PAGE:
U.S. Energy: Sustained Low Oil Prices Could Reduce Industry Investment

    Low oil prices, if sustained, could mark the beginning of a long-term drop in upstream investment. Oil prices reflect supply and demand balances, with increasing prices often suggesting a need for greater supply. Greater supply, in turn, typically requires increased investment in exploration and production (E&P) activities. Lower prices reduce investment activity.

    Overlaying annual averages of the domestic first purchase price (in real terms) on oil and gas investment reveals that upstream investment is highly sensitive to changes in oil prices (Figure 1). Given the fall in oil prices that began in mid-2014 and the relationship between oil prices and upstream investment, it is possible that investment levels over the next several years will be significantly lower than the previous 10-year annual average.

    Oil production is a capital-intensive industry that requires management of existing production assets and evaluation of prospective projects often requiring years of upfront investment spending on exploration, appraisal, and development before reserves are developed and produced.

    Previous investment cycles provide insights to how investment responds to crude oil price changes. In 1981 and 1982, after crude oil prices significantly increased, investment topped out at more than $100 billion (in 2014 dollars) and then averaged $30 billion to $40 billion per year into the early 2000s as crude oil prices fell and remained in the $20-$30 per barrel (b) range.

    From 2003 to 2014, investment spending increased from $56 billion to a high of $158 billion as crude oil prices increased from $34.53/b to $87.39/b, including several months of prices reaching over $100/b. EIA’s 2015 Annual Energy Outlook Reference case projects real domestic first purchase prices to average about $70/b in 2020. This could result in substantially lower annual oil and gas investment over the 2015-20 period than the annual average of $122 billion spent during the 2005-14 investment cycle crest.

    Oil and gas investment represented 1% of U.S. gross domestic product in 2014. The sector’s fixed assets totaled $1.5 trillion, approximately 3.8% of total U.S. private fixed assets, and the sector’s 2014 investment spending of $158 billion represented approximately 5.7% of total U.S. private investment in fixed assets.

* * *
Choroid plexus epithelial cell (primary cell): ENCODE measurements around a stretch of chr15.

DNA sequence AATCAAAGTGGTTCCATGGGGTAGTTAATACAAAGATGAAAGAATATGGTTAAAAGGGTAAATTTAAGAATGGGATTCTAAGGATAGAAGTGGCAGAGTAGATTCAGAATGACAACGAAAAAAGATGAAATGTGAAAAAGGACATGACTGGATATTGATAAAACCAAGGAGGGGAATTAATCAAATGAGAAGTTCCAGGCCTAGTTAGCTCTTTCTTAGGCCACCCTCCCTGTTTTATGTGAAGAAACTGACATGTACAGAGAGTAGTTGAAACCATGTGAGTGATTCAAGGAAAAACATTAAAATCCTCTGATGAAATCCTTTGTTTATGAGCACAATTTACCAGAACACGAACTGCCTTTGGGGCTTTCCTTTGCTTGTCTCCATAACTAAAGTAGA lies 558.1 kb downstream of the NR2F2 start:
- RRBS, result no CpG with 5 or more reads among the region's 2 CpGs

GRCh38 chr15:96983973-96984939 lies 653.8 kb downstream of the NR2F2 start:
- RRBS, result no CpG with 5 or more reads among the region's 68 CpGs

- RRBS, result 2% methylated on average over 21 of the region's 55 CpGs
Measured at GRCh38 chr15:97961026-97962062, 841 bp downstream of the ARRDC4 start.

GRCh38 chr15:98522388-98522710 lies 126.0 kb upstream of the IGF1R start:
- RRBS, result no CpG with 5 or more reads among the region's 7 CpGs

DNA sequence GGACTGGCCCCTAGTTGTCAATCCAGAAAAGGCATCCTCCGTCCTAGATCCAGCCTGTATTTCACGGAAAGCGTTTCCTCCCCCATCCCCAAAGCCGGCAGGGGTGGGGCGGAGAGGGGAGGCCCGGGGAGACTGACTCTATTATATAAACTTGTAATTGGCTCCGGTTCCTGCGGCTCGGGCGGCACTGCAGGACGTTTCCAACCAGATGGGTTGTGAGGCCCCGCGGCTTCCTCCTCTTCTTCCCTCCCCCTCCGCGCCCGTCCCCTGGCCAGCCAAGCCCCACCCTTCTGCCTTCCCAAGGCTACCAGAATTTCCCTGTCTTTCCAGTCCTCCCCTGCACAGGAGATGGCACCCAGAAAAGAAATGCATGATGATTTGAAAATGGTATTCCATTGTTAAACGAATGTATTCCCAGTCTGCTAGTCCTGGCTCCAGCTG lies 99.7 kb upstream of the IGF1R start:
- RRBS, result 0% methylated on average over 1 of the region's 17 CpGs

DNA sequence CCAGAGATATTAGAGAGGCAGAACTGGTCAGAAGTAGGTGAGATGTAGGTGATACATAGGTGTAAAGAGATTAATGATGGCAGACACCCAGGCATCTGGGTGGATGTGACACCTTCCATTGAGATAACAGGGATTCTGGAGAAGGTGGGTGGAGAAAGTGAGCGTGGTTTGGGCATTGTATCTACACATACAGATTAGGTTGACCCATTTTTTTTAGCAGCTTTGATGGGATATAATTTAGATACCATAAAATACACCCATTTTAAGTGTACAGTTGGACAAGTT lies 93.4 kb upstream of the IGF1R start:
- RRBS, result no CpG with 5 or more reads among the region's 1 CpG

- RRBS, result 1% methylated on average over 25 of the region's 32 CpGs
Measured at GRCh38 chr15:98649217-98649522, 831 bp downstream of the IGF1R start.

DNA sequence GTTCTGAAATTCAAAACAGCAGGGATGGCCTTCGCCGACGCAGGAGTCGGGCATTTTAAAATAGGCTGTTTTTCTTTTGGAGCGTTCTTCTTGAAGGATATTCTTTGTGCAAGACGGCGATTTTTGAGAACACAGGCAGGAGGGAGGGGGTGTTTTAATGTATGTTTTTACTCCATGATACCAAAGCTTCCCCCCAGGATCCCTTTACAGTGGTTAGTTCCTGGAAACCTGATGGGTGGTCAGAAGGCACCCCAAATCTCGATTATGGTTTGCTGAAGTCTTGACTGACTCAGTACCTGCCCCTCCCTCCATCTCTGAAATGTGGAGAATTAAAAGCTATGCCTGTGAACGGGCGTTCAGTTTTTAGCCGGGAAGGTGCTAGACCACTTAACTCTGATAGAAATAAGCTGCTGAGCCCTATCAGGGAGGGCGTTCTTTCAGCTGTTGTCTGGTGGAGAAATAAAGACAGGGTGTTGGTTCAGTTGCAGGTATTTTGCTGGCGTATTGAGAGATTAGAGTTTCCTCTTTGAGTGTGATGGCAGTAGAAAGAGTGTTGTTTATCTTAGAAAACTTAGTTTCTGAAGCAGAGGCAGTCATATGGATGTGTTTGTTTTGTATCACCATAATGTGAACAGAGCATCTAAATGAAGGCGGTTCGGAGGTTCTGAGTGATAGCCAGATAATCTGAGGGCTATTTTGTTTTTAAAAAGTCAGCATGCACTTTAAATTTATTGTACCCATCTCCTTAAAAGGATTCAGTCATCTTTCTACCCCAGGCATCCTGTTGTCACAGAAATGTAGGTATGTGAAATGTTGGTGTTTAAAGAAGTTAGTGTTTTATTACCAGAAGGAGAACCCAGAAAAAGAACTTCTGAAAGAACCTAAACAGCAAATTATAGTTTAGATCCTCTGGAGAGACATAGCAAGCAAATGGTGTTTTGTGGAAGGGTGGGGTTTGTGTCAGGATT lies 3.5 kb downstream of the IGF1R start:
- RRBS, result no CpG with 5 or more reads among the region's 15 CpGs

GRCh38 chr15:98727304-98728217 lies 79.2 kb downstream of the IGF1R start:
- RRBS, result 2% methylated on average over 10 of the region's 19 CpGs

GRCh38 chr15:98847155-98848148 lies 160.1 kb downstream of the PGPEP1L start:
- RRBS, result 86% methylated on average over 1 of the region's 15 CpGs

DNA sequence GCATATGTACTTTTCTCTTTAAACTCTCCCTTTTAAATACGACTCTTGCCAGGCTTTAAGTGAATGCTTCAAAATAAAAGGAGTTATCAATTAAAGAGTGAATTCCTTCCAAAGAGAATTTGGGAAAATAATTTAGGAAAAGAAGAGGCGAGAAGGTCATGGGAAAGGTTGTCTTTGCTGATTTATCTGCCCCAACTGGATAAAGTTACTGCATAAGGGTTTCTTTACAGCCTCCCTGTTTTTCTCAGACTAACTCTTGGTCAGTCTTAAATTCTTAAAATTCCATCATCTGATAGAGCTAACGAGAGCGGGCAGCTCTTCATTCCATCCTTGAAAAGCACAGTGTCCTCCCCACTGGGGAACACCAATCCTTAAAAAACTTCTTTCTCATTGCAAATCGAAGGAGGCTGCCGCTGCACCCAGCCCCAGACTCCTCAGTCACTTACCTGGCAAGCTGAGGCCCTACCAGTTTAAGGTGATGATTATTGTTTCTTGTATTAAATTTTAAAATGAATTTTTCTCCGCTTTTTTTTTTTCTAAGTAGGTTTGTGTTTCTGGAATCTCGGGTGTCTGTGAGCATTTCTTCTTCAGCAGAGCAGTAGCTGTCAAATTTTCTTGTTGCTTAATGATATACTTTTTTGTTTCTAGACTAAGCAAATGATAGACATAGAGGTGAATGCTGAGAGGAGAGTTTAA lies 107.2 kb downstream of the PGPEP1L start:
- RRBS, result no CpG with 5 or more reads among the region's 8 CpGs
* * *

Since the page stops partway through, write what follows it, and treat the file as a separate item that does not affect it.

During the high point of prices in 2012-14, when real U.S. oil prices averaged $94.20/b, oil and gas sector fixed asset investment totaled $458 billion, or 5.8% of U.S. private fixed asset investment over the three-year period. During a comparable period of high oil prices (1980-82), oil and gas fixed asset investment was $314 billion, or 8.1% of U.S. private fixed asset investment, adjusted for inflation.

    Crude oil prices are a key driver of upstream investment, but several other firm-specific factors also influence decision-making. Besides managing existing assets and maintaining and replacing property and equipment, E&P firms have a portfolio of prospective projects of varying cost, risk, and technical complexity. Portfolio reviews occur as project proposals mature at varying points of time and then go through management for approval.

    Among many other factors, management consideration is shaped by the financial metrics of the project, alignment with the firm’s priorities, project congruence with periodic spending reviews, and the firm’s assessment of short- and long-term commodity price, production, and consumption trends.

    While E&P firms have their own future expectations, upstream investments are generally not developed solely on current commodity prices, but instead are structured to provide returns under a wide range of price outcomes. Additionally, company investment cycles cannot be easily separated into specific periods, but instead depend on specific project approvals. The sum of anticipated costs for these approved projects make up the investment plan in any given year.

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